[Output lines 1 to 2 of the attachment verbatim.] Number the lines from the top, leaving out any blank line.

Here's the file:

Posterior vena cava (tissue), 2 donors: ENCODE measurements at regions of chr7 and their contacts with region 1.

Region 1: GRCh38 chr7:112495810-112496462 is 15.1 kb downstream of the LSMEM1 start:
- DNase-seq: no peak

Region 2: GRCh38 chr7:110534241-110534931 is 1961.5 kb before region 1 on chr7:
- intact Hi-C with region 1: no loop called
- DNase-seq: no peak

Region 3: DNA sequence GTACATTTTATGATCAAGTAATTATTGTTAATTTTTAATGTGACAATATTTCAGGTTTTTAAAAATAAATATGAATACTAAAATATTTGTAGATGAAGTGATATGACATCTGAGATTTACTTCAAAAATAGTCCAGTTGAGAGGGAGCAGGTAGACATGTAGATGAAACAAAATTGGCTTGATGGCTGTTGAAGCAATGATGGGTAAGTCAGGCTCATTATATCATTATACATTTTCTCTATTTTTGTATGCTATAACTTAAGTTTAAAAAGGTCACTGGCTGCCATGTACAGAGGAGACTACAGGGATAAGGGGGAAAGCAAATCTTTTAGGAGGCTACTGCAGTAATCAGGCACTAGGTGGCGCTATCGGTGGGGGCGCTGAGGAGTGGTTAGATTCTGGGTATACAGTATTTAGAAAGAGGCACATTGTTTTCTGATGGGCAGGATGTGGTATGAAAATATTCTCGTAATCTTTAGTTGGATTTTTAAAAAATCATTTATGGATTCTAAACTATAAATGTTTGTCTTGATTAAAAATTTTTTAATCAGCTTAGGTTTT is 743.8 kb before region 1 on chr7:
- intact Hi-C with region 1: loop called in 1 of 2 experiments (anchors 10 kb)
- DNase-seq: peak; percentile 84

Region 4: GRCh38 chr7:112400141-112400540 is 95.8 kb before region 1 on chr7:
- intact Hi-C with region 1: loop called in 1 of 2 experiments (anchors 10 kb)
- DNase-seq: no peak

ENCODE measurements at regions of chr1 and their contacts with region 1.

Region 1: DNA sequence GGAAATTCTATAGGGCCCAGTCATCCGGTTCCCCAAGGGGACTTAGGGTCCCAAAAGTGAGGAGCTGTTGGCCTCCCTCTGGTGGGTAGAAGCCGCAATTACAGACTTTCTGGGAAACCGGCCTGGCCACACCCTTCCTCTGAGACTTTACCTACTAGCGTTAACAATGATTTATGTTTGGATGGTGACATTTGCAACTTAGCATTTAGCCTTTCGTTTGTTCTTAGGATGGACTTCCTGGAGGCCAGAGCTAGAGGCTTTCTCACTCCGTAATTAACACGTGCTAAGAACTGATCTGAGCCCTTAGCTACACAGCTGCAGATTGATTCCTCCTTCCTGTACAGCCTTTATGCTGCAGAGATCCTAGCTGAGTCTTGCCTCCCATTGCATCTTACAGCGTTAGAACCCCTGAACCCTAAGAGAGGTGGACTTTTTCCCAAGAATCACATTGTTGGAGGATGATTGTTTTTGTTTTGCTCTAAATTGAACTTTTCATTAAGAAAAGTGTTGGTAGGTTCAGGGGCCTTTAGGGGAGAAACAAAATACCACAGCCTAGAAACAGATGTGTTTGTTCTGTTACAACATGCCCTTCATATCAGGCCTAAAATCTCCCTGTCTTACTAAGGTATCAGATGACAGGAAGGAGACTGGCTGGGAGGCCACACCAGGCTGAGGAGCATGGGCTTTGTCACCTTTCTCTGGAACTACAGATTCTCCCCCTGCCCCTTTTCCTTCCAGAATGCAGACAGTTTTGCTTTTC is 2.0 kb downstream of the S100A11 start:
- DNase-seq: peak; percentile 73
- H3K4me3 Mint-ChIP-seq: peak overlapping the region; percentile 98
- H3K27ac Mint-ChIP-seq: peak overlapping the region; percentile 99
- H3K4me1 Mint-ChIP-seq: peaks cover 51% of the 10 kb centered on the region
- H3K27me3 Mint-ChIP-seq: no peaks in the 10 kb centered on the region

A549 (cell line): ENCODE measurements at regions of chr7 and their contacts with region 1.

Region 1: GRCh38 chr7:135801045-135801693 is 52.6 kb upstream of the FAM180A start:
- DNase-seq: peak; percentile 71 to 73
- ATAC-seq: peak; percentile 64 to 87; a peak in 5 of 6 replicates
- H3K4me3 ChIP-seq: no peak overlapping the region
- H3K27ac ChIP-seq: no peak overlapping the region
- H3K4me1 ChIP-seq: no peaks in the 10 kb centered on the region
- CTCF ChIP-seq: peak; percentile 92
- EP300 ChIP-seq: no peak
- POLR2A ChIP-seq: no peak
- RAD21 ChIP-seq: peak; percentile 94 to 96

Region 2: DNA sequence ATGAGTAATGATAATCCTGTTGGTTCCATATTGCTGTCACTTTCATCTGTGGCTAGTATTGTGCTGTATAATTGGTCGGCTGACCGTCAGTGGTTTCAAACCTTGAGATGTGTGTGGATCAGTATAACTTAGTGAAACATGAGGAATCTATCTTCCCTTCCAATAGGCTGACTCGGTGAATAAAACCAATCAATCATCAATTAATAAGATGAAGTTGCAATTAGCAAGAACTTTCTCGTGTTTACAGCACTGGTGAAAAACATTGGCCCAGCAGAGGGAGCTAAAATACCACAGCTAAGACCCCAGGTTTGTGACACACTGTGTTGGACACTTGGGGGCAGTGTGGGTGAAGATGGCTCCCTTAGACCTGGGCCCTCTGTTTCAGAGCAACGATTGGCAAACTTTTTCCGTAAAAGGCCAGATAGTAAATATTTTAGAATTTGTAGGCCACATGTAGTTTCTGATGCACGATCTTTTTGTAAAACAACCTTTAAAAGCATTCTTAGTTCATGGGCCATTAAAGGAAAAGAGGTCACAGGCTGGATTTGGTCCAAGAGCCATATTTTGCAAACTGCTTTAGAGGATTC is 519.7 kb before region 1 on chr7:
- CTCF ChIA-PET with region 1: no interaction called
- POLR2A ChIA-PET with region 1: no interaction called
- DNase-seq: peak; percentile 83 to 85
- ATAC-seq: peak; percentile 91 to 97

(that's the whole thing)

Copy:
Posterior vena cava (tissue), 2 donors: ENCODE measurements at regions of chr7 and their contacts with region 1.

Region 1: GRCh38 chr7:112495810-112496462 is 15.1 kb downstream of the LSMEM1 start: